blog atomicI am down to the wire with my diploma, so close to the finish line it actually seems possible I’ll be done … someday.  And after more than 20 years of studying in a virtual campus-type scenario for one university, college or training centre or another, I have had the absolute pleasure of getting a lecturer who I am deeply in like with.

His name is Benji and he is awesomeness personified.

He does audio blogs for us to go with the reading material. It works to spice up the rather dry subject matter of Design Industry as well as give an opportunity for him to share some of his first-hand experiences as a graphic designer out in the big, wide world.

He encourages online discussions and stimulates interest with wacky little side projects that can be rattled off in 30 minutes tops yet give a little more depth to our knowledge.

He marks your assignments THE SAME DAY.

Oh, but not only that.

He sends you an audio critique to let you know what he really liked and where you could work to make it just that little bit better.

He’s personable, humorous, positive and without a doubt THE BEST lecturer I’ve ever had.

And as I have alluded to before, I am not a first-timer in this online campus shenanigans. I am a study tart who gets around, people. I get around and I’ve had LOTS of lecturers *blush*

Truly gifted teachers, whether in a classroom, online or just happening to do so as part of the job, are easy to spot.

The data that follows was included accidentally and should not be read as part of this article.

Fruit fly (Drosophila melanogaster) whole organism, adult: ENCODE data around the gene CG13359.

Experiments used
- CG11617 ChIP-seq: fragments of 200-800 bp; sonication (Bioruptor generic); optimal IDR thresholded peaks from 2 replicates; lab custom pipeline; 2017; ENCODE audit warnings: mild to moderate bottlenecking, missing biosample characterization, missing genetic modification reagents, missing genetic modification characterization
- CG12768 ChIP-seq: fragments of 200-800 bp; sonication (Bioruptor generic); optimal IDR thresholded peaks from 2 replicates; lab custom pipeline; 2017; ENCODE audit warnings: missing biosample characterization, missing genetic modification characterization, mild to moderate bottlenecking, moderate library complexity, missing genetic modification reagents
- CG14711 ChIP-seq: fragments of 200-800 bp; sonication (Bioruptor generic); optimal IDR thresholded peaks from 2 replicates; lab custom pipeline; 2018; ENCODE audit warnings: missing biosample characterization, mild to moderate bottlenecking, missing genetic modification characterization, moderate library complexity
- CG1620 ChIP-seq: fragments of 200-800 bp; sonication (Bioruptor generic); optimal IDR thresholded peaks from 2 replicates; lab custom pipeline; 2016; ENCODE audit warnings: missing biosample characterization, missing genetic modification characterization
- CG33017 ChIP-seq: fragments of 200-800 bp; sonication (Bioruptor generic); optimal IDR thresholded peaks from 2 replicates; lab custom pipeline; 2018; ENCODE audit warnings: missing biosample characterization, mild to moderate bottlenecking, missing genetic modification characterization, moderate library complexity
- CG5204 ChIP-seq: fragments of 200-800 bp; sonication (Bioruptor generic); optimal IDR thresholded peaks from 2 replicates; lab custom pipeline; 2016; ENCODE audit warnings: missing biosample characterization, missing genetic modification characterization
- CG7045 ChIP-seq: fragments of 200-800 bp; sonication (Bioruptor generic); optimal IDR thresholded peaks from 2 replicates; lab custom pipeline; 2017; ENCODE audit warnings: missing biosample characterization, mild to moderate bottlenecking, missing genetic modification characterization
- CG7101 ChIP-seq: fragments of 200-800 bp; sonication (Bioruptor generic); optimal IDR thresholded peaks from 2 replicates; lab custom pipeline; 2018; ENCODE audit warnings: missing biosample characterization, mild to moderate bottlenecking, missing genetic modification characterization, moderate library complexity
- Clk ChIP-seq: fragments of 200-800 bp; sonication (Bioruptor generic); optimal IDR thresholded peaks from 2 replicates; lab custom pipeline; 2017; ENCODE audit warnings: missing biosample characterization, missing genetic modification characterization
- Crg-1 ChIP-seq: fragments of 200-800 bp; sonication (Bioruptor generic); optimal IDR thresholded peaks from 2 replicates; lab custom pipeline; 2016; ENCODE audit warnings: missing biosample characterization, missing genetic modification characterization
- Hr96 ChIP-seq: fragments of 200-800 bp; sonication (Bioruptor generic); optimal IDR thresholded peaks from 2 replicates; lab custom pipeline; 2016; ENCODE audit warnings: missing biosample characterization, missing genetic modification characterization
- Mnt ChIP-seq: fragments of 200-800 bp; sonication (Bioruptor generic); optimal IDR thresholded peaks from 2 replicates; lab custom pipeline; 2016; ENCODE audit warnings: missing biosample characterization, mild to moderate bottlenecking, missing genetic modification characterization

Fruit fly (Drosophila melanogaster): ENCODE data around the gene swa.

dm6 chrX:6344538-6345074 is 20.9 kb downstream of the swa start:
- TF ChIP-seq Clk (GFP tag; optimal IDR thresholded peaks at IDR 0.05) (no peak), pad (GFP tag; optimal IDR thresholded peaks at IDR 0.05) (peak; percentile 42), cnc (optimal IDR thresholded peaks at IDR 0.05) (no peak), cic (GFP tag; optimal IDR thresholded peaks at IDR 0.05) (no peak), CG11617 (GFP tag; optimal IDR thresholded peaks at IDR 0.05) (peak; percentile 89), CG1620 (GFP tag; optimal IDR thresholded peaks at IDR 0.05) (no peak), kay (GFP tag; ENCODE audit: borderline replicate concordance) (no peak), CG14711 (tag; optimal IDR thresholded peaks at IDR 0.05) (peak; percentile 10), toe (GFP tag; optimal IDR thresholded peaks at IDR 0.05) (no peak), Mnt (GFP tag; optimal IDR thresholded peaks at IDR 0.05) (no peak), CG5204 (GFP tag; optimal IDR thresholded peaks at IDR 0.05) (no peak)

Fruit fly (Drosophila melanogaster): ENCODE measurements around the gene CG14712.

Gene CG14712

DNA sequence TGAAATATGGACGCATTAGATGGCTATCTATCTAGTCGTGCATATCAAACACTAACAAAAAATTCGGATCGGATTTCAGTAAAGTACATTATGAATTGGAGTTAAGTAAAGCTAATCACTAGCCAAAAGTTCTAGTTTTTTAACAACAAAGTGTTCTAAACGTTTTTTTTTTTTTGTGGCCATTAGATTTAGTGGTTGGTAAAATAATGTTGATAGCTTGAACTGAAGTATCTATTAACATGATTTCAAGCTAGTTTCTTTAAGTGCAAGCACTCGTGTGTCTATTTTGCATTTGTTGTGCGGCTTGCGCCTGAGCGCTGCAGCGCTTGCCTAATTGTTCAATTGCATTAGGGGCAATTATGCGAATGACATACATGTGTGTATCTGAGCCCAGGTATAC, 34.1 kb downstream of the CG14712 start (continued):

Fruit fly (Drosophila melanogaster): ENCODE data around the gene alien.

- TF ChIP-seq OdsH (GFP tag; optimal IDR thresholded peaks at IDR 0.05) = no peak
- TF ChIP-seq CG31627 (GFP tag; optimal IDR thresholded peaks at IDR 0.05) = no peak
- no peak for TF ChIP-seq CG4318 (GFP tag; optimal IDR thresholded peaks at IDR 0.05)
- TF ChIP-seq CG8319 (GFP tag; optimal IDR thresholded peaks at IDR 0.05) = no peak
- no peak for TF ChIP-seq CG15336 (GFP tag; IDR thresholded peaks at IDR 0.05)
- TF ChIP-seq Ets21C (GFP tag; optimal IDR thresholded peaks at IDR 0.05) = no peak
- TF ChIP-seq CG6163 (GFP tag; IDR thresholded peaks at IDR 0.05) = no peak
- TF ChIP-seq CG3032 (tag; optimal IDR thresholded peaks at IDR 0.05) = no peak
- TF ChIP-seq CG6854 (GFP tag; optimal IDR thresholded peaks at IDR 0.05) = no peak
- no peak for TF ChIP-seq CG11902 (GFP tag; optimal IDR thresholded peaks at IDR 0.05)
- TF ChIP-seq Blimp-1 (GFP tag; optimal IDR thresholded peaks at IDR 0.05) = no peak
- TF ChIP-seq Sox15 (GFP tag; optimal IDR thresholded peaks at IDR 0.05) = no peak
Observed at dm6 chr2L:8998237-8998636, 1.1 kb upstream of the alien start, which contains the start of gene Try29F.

They are passionate about what they do and they want to pass that passion onto others.  They care deeply about the results of their students – they want them to do well.

They find alternative ways and means to deliver the message so all of their students can engage fully.  They don’t travel the tried and true highway but rather take their students on the back trails and down side streets.

They make learning fun.

I have had so much fun with this module that I’m almost sad to see it will be over soon.  And as a veteran student, that’s a very big deal.

 

Busy busy busy!

coffee

Ooh pretty!

It’s been a busy couple of weeks and I honestly forgot I hadn’t done my weekly post … and I was doing so well with keeping up with my New Year resolutions too!

For the past two weeks, I’ve driven across to the closest metropolis (a 2.5 to 3 hour drive each way, depending on how many trucks/road works/caravans or how speedy you are) to do a 3 hour course. Yep, drove 6 hours to do 3 hours of learning. Twice.

However, learning to Barista is a skill I have always wanted to gain and since the course was there (and not here – nor would it be in the foreseeable future), I figured it was worth the small inconvenience.

Of course, you can’t just be a Barista with only 6 hours of playing with the machines and making pretty froth pictures under your belt. It requires practice, practice and more practice. Honestly, I had no idea of the great number of variables that can make or break a great coffee! Beans ground too fine/course; beans out too long; milk too hot; not frothed enough in first few seconds … the list goes on and on.

But now I have a small dilemma – what do I do with this training? Are these certificates destined to remain two pieces of paper decorating the walls of my office? Or do I go out and see if I can get casual work in a coffee house?

But if I do … will that kill the romantic notion that working as a Barista would be a fun way to earn a few dollars and feel useful when graphic design work is slow?

I only hesitate because I already work every second weekend and whilst I really enjoy it – I get paid to talk, essentially – it already means I have to swap with the other person if I need that weekend off.  I really don’t like doing that.

I don’t like being tied down or having to ask permission to do something I want to do.